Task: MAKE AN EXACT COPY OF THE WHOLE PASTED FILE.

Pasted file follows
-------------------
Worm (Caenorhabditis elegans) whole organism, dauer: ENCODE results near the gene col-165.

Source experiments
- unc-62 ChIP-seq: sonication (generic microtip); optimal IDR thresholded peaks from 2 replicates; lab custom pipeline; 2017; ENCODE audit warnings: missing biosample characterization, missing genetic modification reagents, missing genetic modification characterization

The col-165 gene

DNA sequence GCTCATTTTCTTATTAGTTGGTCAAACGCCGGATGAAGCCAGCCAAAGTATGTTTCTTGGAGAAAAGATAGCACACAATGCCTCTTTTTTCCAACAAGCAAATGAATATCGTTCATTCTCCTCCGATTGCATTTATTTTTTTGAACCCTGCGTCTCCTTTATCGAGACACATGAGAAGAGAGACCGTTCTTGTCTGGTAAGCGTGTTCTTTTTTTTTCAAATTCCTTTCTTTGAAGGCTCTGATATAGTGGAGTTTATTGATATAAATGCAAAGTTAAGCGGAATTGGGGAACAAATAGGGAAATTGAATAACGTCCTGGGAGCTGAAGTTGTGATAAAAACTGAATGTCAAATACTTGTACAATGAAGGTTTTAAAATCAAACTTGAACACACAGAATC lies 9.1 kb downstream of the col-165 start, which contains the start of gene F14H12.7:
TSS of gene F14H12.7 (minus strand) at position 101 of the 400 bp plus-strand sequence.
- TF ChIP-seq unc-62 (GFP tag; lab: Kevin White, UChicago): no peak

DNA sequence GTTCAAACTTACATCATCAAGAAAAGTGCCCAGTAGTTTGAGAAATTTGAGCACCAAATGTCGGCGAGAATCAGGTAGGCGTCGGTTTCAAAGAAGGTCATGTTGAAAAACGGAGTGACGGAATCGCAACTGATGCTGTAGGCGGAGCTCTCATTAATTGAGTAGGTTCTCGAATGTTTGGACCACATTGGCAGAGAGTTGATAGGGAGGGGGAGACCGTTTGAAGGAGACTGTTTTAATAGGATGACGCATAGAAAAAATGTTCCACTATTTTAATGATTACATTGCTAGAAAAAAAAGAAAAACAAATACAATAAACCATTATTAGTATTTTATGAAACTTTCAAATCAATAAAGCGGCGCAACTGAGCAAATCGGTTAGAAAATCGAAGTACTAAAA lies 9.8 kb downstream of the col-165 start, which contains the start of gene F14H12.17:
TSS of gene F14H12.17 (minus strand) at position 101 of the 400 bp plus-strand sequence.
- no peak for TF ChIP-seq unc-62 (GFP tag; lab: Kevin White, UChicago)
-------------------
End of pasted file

Worm (Caenorhabditis elegans) whole organism, dauer: ENCODE results near the gene col-165.

Source experiments
- unc-62 ChIP-seq: sonication (generic microtip); optimal IDR thresholded peaks from 2 replicates; lab custom pipeline; 2017; ENCODE audit warnings: missing biosample characterization, missing genetic modification reagents, missing genetic modification characterization

The col-165 gene

DNA sequence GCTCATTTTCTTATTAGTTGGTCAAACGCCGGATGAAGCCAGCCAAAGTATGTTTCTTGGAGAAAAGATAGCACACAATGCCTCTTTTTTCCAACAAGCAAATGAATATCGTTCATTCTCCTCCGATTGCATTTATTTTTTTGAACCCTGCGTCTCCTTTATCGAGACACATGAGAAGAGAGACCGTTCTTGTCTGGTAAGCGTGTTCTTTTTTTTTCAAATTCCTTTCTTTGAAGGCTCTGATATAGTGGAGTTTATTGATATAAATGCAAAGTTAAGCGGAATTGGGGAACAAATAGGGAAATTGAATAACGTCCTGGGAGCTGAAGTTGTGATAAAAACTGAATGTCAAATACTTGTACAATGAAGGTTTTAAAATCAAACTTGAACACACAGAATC lies 9.1 kb downstream of the col-165 start, which contains the start of gene F14H12.7:
TSS of gene F14H12.7 (minus strand) at position 101 of the 400 bp plus-strand sequence.
- TF ChIP-seq unc-62 (GFP tag; lab: Kevin White, UChicago): no peak

DNA sequence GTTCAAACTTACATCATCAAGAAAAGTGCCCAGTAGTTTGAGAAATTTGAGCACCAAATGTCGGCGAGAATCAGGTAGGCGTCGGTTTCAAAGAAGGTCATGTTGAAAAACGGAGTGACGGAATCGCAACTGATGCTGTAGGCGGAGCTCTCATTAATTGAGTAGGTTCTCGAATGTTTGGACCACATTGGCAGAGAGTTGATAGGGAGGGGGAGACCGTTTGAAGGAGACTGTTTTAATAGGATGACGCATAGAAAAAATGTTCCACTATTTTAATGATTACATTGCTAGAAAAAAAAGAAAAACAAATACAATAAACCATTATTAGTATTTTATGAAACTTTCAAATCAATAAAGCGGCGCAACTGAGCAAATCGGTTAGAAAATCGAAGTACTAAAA lies 9.8 kb downstream of the col-165 start, which contains the start of gene F14H12.17:
TSS of gene F14H12.17 (minus strand) at position 101 of the 400 bp plus-strand sequence.
- no peak for TF ChIP-seq unc-62 (GFP tag; lab: Kevin White, UChicago)